Ad­vance Wars Wars

Af­ter years of Nin­tendo’s ne­glect, some of the most in­no­va­tive de­vel­op­ers on PC are striv­ing to bring Ad­vance Wars back to life...

PCPOWERPLAY - - Opinion -

The most in­con­gru­ous mo­ment of E3 un­folded at the PC Gam­ing Show. An event sup­pos­edly meant to show­case the most ad­vanced video game tech­nol­ogy on the planet spent valu­able min­utes pro­mot­ing War Groove, a strat­egy game that looks like it be­longs on the Game Boy Ad­vance. Yet this demo was well re­ceived be­cause of a stark, ter­ri­fy­ing re­al­ity of to­day’s video game in­dus­try: we have now gone for an en­tire decade with­out a new Ad­vance Wars.

In­tel­li­gent Sys­tems, the stu­dio that makes Ad­vance Wars, is not de­funct. Far from it – their Fire Em­blem se­ries surges from strength to strength. The key to Fire Em­blem’s ap­peal lies in its ‘sup­port’ sys­tem. Player-con­trolled knights and wiz­ards get to know each other bet­ter if they sit in ad­ja­cent map squares while bat­tling en­e­mies. In­creas­ing their sup­port level grants com­bat bonuses, and trig­gers amus­ing lit­tle cutscenes. Char­ac­ters can grow fond of each other, get mar­ried, and in some games their kids will time travel back from the fu­ture to be­come playable units. For many play­ers the tac­tics take a back seat to the dat­ing sim-cum-eu­gen­ics sim­u­la­tor.

Ad­vance Wars never had this sup­port sys­tem, and pro­ducer Hi­toshi Ya­m­agami has stated that the se­ries will not re­turn un­til they can de­vise a way to im­ple­ment some­thing sim­i­lar: “Per­son­ally, I’d love to do Ad­vance Wars, but since it’s harder to cre­ate re­la­tion­ships be­tween its char­ac­ters com­pared to Fire Em­blem, I don’t have a clear idea of what kind of set­ting it could have.” Trans­la­tion: “No more Ad­vance Wars un­til we can fig­ure out how to make the tanks and the fighter jets fuck.”

lords and ladies ap­pear to have leaped straight from the dank­est pages of tum­blr

His po­si­tion is un­der­stand­able. Yet in the past decade loyal Ad­vance Wars fans are start­ing to take mat­ters into their own hands. Af­ter a long, long drought we can now look for­ward to at least three dif­fer­ent Ad­vance Wars clones, each of­fer­ing a unique and novel ap­proach.

War Groove has been en­joy­ing a lot of ex­po­sure, but is also the least am­bi­tious of the three. It’s be­ing made by Chuck­le­fish, and af­ter the long, long years that Star­bound spent in Early Ac­cess Hell one can un­der­stand why they’d want to cre­ate as straight­for­ward a game as pos­si­ble. The colour pal­ette, the in­ter­face, and the lit­tle mini-cutscenes trig­gered by each skir­mish are all lov­ing homages.

Un­for­tu­nately, the char­ac­ter de­signs are quite ugly. The lords and ladies of Chuck­le­fish’s fan­tasy realm ap­pear to have leaped straight from the dank­est pages of tum­blr. Even the game logo looks like it was made by a dis­in­ter­ested work ex­pe­ri­ence kid in MS Paint. For­tu­nately, War Groove prom­ises to be fully mod-able, so that gamers with a more re­fined sense of aes­thet­ics will be able to craft some­thing bet­ter.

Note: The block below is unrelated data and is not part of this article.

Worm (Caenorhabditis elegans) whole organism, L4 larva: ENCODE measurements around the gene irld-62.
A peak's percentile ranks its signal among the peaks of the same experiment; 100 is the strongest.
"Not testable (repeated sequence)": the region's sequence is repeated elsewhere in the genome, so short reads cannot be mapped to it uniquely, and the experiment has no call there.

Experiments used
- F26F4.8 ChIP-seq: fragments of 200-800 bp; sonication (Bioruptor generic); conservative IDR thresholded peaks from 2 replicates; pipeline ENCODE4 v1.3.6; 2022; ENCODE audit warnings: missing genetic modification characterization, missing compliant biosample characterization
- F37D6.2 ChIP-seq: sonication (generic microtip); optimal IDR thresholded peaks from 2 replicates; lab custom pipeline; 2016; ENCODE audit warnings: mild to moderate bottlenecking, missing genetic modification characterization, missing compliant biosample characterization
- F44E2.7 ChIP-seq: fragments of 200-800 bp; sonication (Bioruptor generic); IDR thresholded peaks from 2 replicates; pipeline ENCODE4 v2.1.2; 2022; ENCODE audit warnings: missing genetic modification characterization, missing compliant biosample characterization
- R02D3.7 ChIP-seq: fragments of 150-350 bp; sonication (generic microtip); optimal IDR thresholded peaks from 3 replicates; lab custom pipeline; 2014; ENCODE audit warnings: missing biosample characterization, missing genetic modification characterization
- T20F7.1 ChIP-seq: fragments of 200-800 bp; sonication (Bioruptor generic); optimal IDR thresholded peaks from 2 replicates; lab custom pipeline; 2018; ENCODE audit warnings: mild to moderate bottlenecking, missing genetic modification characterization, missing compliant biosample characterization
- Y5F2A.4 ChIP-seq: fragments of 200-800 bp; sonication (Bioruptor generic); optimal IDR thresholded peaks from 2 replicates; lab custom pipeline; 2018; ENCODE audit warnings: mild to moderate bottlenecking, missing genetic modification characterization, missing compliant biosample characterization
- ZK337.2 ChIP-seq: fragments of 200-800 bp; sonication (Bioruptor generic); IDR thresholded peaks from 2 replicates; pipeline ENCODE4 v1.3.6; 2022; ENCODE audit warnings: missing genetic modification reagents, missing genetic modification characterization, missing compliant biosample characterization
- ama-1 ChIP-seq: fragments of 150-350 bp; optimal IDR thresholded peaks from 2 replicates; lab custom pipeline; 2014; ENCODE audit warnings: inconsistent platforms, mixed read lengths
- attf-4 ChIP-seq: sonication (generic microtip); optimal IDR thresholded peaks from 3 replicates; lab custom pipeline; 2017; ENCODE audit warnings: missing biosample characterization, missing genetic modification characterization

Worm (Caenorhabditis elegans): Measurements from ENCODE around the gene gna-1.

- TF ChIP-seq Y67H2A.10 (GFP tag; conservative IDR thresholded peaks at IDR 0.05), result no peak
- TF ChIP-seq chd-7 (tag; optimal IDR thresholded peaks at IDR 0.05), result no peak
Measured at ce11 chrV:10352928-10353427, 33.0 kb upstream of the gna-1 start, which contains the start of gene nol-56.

In terms of ac­tual game­play in­no­va­tion, Tiny Me­tal looks far more promis­ing. Pro­duced by an all-star team of veteran Ja­panese devs, its high-qual­ity pa­per doll-style char­ac­ter art con­trasts starkly with the 3D map and bat­tle graph­ics ren­dered in Unreal En­gine 4. It’s a fresh look, and the com­bat sys­tem boasts some bold new ideas, like let­ting you con­cen­trate the fire­power of mul­ti­ple units in a sin­gle at­tack. Com­pared to the far more de­riv­a­tive War Groove, Tiny Me­tal ap­pears to be more of a true spir­i­tual suc­ces­sor to Ad­vance Wars.

Then there’s Into The Breach, the new game from the creators of FTL. This will skew more to­wards puz­zlestyle game­play with de­ter­min­is­tic, cas­cad­ing con­se­quences on cramped, chess­board-sized maps.

Aside from their shared in­spi­ra­tion, the cru­cial thing these three games have in com­mon is that their creators are try­ing to ac­tu­ally give gamers what they want.

Con­sider the on­go­ing tragedy of Bat­tle­born, Gear­box’s high-pro­file, high-bud­get on­line shooter. Post launch, SteamCharts.com was show­ing as few as 21 si­mul­ta­ne­ous play­ers world­wide. Re-launch­ing as a freeto-play game in­duced a brief flurry of in­ter­est, but within a fort­night player num­bers crashed. As of this writ­ing there are fewer peo­ple rou­tinely play­ing Bat­tle­born than Evolve, an­other ‘AAA’ ti­tle re-launched in the free-to-play space.

One would hope that Gear­box CEO Randy Pitch­ford has learned some lessons from all this, be­cause within hours of Io In­ter­ac­tive go­ing in­die he pub­licly of­fered to pub­lish the next Hit­man game.

Killing one IP could be put down to mis­for­tune. But to kill two, well. That would start to look like care­less­ness.

JAMES COT­TEE knows how tanks and fighter jets fuck. But he’s not telling.

Newspapers in English

Newspapers from Australia

© PressReader. All rights reserved.